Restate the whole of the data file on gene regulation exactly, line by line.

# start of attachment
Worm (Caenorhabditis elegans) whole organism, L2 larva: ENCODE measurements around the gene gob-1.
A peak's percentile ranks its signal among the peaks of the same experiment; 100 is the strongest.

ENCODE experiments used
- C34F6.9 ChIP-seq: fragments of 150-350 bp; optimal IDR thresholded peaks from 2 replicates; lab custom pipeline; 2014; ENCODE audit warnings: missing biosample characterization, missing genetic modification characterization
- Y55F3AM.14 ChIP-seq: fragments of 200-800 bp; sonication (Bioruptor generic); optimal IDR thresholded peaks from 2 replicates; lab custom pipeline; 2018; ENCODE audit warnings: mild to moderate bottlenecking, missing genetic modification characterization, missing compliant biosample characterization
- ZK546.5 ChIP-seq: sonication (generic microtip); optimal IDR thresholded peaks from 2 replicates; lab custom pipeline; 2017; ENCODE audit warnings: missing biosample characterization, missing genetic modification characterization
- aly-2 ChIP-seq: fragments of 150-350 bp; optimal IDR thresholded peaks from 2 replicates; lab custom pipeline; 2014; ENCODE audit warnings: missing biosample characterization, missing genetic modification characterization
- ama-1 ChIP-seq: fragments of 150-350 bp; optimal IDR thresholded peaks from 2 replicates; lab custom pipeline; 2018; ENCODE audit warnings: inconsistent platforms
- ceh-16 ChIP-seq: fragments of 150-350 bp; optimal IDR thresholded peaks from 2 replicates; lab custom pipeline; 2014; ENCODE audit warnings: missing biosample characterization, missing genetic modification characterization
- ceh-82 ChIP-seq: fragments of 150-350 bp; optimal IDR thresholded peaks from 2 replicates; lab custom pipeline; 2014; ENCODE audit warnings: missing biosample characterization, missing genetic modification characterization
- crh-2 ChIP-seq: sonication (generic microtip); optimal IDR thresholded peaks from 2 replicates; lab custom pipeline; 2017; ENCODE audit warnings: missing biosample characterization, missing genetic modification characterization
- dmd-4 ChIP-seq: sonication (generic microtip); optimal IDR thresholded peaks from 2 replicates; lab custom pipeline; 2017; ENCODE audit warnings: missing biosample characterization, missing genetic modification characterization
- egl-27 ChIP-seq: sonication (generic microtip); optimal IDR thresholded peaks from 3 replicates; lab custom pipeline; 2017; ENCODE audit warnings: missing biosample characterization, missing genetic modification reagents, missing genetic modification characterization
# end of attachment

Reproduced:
Worm (Caenorhabditis elegans) whole organism, L2 larva: ENCODE measurements around the gene gob-1.
A peak's percentile ranks its signal among the peaks of the same experiment; 100 is the strongest.

ENCODE experiments used
- C34F6.9 ChIP-seq: fragments of 150-350 bp; optimal IDR thresholded peaks from 2 replicates; lab custom pipeline; 2014; ENCODE audit warnings: missing biosample characterization, missing genetic modification characterization
- Y55F3AM.14 ChIP-seq: fragments of 200-800 bp; sonication (Bioruptor generic); optimal IDR thresholded peaks from 2 replicates; lab custom pipeline; 2018; ENCODE audit warnings: mild to moderate bottlenecking, missing genetic modification characterization, missing compliant biosample characterization
- ZK546.5 ChIP-seq: sonication (generic microtip); optimal IDR thresholded peaks from 2 replicates; lab custom pipeline; 2017; ENCODE audit warnings: missing biosample characterization, missing genetic modification characterization
- aly-2 ChIP-seq: fragments of 150-350 bp; optimal IDR thresholded peaks from 2 replicates; lab custom pipeline; 2014; ENCODE audit warnings: missing biosample characterization, missing genetic modification characterization
- ama-1 ChIP-seq: fragments of 150-350 bp; optimal IDR thresholded peaks from 2 replicates; lab custom pipeline; 2018; ENCODE audit warnings: inconsistent platforms
- ceh-16 ChIP-seq: fragments of 150-350 bp; optimal IDR thresholded peaks from 2 replicates; lab custom pipeline; 2014; ENCODE audit warnings: missing biosample characterization, missing genetic modification characterization
- ceh-82 ChIP-seq: fragments of 150-350 bp; optimal IDR thresholded peaks from 2 replicates; lab custom pipeline; 2014; ENCODE audit warnings: missing biosample characterization, missing genetic modification characterization
- crh-2 ChIP-seq: sonication (generic microtip); optimal IDR thresholded peaks from 2 replicates; lab custom pipeline; 2017; ENCODE audit warnings: missing biosample characterization, missing genetic modification characterization
- dmd-4 ChIP-seq: sonication (generic microtip); optimal IDR thresholded peaks from 2 replicates; lab custom pipeline; 2017; ENCODE audit warnings: missing biosample characterization, missing genetic modification characterization
- egl-27 ChIP-seq: sonication (generic microtip); optimal IDR thresholded peaks from 3 replicates; lab custom pipeline; 2017; ENCODE audit warnings: missing biosample characterization, missing genetic modification reagents, missing genetic modification characterization